Anyone who lived as a metal fan in the 1970s and 1980s remembers The Line: some bands were rock enough to make it into the newspaper, others were “too metal.” Major newspapers never covered Slayer, rarely covered Metallica, and generally drew The Line at anything heavier than Guns ‘n Roses. Thus even major bands like AC/DC got cut out of the mix.
No more. As the image above illustrates, the front page of goody-two-shoes news network CNN shows us the latest about the AC/DC 40th Anniversary Tour. Even the biggest megaphone for mainstream news which spends most of its time nagging us about our bad habits or flashing sensationalistic messages of world decay finally acknowledges heavy metal. In the 1980s, this would have been unthinkable. And yet, now we’re here.
What’s behind metal’s legitimization? It’s not so underground anymore, being one of the bigger non-rock/pop genres. It’s also not so extreme, since rap opened up the lyrical gates to violence, lust and obscenity and nu-metal got radio accustomed to heavy crunch (and lyrics about parental neglect). But most importantly, metal is now an industry. With enough consistent fans and labels behind it, and those labels having found a way to “metalize” or “metal-flavor” just about anything (indie, rock, jazz, blues, industrial), metal now provides one of the pillars of the entertainment industry.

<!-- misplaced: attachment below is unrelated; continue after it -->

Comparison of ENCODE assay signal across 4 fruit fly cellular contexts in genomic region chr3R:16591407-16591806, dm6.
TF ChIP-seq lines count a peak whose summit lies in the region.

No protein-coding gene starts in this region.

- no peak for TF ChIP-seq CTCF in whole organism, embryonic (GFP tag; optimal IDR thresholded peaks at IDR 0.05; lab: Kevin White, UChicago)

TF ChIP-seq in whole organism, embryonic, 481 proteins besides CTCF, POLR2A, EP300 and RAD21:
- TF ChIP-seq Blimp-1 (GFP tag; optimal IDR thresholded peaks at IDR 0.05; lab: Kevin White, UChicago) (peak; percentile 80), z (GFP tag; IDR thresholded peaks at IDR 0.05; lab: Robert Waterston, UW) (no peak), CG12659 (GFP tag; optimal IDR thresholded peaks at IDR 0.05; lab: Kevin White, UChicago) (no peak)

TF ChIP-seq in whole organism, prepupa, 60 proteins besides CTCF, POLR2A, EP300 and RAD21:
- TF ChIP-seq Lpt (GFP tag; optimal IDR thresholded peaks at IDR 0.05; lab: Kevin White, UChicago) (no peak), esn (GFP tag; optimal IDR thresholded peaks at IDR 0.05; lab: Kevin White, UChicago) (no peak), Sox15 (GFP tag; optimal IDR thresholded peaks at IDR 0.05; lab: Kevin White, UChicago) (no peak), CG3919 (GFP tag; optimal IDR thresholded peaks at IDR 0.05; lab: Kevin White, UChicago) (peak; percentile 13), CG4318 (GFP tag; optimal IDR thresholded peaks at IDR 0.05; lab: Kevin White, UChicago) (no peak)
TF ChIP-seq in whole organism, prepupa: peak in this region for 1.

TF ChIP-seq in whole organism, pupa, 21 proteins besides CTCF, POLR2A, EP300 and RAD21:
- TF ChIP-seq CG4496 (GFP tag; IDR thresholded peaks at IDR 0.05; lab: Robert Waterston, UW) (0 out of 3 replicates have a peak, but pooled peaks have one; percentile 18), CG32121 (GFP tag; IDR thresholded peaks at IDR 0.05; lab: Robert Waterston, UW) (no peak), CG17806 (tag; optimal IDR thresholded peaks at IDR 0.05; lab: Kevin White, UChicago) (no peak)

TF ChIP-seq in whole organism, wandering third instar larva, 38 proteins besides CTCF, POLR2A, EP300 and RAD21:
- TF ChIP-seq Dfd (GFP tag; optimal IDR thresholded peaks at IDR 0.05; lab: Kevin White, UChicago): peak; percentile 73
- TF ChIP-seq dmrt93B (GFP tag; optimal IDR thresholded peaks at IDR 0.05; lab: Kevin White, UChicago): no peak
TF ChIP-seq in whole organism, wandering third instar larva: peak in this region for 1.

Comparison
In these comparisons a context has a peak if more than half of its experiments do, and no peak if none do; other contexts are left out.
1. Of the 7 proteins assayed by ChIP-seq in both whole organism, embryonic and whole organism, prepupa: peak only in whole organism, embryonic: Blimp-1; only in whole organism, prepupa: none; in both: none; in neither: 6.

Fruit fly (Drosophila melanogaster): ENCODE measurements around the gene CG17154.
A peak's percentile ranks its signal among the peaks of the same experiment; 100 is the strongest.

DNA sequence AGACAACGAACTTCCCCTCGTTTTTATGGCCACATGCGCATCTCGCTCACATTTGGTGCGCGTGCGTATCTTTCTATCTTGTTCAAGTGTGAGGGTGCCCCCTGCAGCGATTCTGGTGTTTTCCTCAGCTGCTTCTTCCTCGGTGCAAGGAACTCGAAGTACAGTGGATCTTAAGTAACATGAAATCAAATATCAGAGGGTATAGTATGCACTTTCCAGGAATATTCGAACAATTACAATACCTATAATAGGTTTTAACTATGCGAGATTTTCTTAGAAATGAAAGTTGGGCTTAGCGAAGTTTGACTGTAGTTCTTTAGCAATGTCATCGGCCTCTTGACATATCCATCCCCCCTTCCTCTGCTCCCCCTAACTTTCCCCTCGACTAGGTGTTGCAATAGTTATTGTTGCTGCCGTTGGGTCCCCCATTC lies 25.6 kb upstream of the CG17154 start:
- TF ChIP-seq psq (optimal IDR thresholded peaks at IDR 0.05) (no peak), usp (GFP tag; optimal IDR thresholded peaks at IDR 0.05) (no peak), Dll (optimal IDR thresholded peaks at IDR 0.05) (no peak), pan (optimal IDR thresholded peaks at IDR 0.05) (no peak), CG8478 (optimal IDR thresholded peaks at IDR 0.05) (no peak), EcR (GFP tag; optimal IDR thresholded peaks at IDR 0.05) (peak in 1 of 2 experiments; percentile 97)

Even more, heavy metal is now a recognized part of our culture. Rap music represents a certain kind of rebellion or a certain kind of irony. Heavy metal raises the flag for a certain kind of rebellion that is both cluelessly adolescent and “old soul” world-weary and informed. It’s a feeling we all have, and its appeal seems to be increasing.
Tags: ac/dc, Heavy Metal, industry, legitimization, nu-metal, rap/hip-hop
7 thoughts on “Heavy metal as an industry”
Some questions and comments:
Have you created any (full-length) metal compositions of your own?
What does the history of heavy metal tell us about the feasibility of balancing the artistic and business sides of music as a career? Even with my limited knowledge, I am well aware of the numerous cases in which a band burst into the scene obscure but hungry, but upon attaining fame descended into commercial complacency. I think your article “Self-Righteous” yields great insight into this phenomenon:
There are just too many instances of this phenomenon, and it has happened to the best bands.
I read, with admiration, about an incident in which Ixithra of Demoncy destroyed recordings and fired his bandmates when he learned of plans to go in a more commercial direction. I also appreciate Demilich’s decision to make NESPITHE available for free on their website (even though it’s well worth paying for). Ditto for Varg Vikernes and THE WAYS OF YORE.
It’s been said before, metal does not pay the bills. Or at the very least, good, true and real metal of the 100% underground variety does not pay the bills. No doubt Ixithra has a real job outside Demoncy. I know Paul Ledney and his wife have some sort of small business that they own making custom t-shirts for business/family functions.